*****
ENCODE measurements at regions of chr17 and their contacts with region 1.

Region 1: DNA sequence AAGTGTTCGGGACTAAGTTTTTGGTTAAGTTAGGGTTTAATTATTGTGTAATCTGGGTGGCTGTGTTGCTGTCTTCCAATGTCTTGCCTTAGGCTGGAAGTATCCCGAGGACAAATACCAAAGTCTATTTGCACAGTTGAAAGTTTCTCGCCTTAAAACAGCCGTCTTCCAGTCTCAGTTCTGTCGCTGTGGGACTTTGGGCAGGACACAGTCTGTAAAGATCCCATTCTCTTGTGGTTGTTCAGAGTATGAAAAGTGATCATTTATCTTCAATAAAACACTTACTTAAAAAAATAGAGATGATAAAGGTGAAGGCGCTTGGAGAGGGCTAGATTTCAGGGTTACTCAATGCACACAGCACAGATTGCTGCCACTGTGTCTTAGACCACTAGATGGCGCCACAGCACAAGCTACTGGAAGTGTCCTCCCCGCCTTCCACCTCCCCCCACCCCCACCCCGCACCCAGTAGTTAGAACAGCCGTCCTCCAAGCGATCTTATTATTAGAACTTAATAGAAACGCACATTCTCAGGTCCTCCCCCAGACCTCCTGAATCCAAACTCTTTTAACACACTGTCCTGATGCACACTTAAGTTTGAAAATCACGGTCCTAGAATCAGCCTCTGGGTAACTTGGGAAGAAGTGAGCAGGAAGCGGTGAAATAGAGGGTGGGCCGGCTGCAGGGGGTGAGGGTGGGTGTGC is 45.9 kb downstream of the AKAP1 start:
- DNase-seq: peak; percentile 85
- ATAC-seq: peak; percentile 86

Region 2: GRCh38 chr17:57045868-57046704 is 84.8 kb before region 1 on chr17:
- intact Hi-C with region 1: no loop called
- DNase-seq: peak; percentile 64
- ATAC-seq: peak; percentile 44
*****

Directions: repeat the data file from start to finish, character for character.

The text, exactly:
ENCODE measurements at regions of chr17 and their contacts with region 1.

Region 1: DNA sequence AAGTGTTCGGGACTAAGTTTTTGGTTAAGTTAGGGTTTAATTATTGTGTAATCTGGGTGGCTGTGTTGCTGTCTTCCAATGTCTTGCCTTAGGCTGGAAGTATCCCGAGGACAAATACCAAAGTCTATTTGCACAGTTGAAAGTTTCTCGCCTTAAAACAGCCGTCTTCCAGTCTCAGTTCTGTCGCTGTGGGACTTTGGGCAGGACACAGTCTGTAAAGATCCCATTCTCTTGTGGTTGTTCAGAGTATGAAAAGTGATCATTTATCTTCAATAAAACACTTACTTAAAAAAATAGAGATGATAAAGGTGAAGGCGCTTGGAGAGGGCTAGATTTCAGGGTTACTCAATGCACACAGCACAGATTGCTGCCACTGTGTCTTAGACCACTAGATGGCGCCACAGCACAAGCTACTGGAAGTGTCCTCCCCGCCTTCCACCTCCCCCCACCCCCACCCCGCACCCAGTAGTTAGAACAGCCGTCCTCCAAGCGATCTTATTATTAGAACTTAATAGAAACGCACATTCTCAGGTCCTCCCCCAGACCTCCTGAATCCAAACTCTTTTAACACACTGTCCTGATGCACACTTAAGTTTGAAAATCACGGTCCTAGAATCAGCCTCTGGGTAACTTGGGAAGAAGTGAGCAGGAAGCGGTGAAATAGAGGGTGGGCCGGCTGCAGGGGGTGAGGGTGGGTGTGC is 45.9 kb downstream of the AKAP1 start:
- DNase-seq: peak; percentile 85
- ATAC-seq: peak; percentile 86

Region 2: GRCh38 chr17:57045868-57046704 is 84.8 kb before region 1 on chr17:
- intact Hi-C with region 1: no loop called
- DNase-seq: peak; percentile 64
- ATAC-seq: peak; percentile 44